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Crowdsourcing and human computation are emerging fields that sit squarely at the intersection of economics and computer science. They examine how people can be used to solve complex tasks that are currently beyond the capabilities of artificial intelligence algorithms. Online marketplaces like Mechanical Turk provide an infrastructure that allows micropayments to be given to people in return for completing human intelligence tasks. This opens up previously unthinkable possibilities like people being used as function calls in software. We will investigate how crowdsourcing can be used for computer science applications like machine learning, next-generation interfaces, and data mining. Beyond these computer science aspects, we will also delve into topics like the sharing economy, prediction markets, how businesses can capitalize on collective intelligence, and the fundamental principles that underlie democracy and other group decision-making processes.

NETS 213 will not be offered in the 2019-2020 school year. If you’re interested in related courses, recommend taking Julia Ticona’s course Comm 432: Digital Inequality in Fall 2019.

Course number
NETS 213 - students from all majors are welcome!
Chris Callison-Burch
Teaching Assistants
Course Staff
Discussion Forum
Time and place
Spring 2019, Tuesdays and Thursdays 3-4:30pm, Location: 3401 Walnut Street room 401B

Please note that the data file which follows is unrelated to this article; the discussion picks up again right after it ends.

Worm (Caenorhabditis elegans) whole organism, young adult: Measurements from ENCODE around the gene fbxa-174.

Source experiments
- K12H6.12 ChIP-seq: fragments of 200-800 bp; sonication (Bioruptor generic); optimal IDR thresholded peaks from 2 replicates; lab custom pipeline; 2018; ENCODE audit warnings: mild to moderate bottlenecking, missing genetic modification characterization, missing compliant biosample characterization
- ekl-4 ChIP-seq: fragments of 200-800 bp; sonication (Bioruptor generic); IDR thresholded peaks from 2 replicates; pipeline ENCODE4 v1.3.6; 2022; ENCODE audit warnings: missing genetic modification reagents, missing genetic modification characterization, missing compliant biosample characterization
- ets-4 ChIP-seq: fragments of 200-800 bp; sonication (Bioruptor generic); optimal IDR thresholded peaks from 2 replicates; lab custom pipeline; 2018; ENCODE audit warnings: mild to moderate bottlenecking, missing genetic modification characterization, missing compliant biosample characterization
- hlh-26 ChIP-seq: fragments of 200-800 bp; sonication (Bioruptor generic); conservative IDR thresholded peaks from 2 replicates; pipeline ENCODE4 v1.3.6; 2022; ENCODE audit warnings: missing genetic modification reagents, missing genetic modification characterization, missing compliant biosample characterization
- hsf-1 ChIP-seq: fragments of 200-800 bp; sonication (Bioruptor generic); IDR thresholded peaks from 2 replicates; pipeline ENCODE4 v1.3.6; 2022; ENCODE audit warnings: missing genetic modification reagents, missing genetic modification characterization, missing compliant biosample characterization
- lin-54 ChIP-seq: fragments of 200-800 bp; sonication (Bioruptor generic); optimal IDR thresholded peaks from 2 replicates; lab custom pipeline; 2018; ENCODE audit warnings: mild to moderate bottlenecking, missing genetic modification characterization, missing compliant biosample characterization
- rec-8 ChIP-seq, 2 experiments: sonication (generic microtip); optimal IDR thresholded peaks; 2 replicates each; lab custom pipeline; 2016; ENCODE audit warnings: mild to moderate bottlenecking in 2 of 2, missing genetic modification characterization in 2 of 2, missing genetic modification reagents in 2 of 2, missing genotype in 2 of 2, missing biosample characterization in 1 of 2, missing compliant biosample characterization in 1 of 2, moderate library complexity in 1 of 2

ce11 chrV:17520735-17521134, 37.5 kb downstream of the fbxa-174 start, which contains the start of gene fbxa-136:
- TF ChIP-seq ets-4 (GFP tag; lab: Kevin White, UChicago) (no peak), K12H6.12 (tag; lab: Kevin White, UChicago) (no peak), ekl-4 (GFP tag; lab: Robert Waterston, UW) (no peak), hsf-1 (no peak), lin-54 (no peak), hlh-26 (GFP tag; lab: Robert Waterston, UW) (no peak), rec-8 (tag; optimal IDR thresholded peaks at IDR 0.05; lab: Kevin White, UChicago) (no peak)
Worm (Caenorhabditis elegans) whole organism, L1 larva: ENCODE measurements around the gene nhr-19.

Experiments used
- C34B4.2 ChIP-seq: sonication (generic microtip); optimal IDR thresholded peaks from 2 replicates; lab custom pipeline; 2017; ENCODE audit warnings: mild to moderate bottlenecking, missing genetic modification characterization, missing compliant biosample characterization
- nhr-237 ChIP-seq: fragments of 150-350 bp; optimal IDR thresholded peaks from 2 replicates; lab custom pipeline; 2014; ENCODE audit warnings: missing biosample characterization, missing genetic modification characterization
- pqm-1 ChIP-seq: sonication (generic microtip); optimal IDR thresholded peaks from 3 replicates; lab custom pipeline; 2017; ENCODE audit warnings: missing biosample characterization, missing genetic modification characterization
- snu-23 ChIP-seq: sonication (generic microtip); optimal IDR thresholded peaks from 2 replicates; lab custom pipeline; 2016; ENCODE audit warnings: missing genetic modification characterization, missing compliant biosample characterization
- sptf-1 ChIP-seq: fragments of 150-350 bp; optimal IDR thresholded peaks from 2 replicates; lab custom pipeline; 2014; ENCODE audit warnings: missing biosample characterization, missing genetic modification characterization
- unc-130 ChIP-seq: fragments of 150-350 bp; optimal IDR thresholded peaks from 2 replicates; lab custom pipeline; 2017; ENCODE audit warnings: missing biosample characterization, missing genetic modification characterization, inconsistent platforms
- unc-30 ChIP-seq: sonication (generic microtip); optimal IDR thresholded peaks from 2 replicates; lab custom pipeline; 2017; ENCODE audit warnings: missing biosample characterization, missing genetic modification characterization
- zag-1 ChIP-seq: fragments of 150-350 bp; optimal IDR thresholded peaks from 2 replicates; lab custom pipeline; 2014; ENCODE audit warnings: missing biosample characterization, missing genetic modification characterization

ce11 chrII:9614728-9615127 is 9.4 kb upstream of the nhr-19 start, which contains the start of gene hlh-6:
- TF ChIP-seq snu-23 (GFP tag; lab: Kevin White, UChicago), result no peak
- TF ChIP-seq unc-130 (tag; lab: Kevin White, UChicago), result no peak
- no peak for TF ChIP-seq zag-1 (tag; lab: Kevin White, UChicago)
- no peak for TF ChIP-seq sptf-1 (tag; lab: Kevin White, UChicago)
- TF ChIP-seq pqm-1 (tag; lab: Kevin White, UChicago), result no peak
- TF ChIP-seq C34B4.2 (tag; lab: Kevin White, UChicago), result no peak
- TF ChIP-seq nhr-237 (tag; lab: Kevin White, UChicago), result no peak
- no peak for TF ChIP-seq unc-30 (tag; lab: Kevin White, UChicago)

Office Hours
Tuesday 6-7pm in 3401 Walnut St, room 452C
Wednesday 4-6pm in 3401 Walnut Street 4th Floor outside 463C
Thursday 6-7pm in 3401 Walnut St, room 452C
Friday 2-4pm in 3401 Walnut Street 4th Floor outside 463C
CCB’s office hours are by appointment on
CIS 120 or prior programming experience
Course Readings
Each lecture has an accompanying set of academic papers
This is a project-based course. Instead of exams, you will do a series of hands-on assignments and a final project.
  • Weekly assignments (50%)
  • Final project (45%)
  • Participation (5%)
Late day policy
Each student has five free “late days”. Homeworks can be submitted at most two days late. If you are out of late days, then you will not be able to submit your homework. One “day” is defined as anytime between 1 second and 24 hours after the homework deadline. The intent of the late day policy it to allow you to take extra time due to unforseen circumstances like illnesses or family emergencies, and for forseeable interruptions like on campus interviewing and religious holidays. You do not need to ask permission to use your late days. No additional late days are granted.
Course materials
Students should expect to spend around $50-$100 of their own money on MTurk or other crowdsourcing platforms. If this will cause you undue financial hardship, please let the instructor know.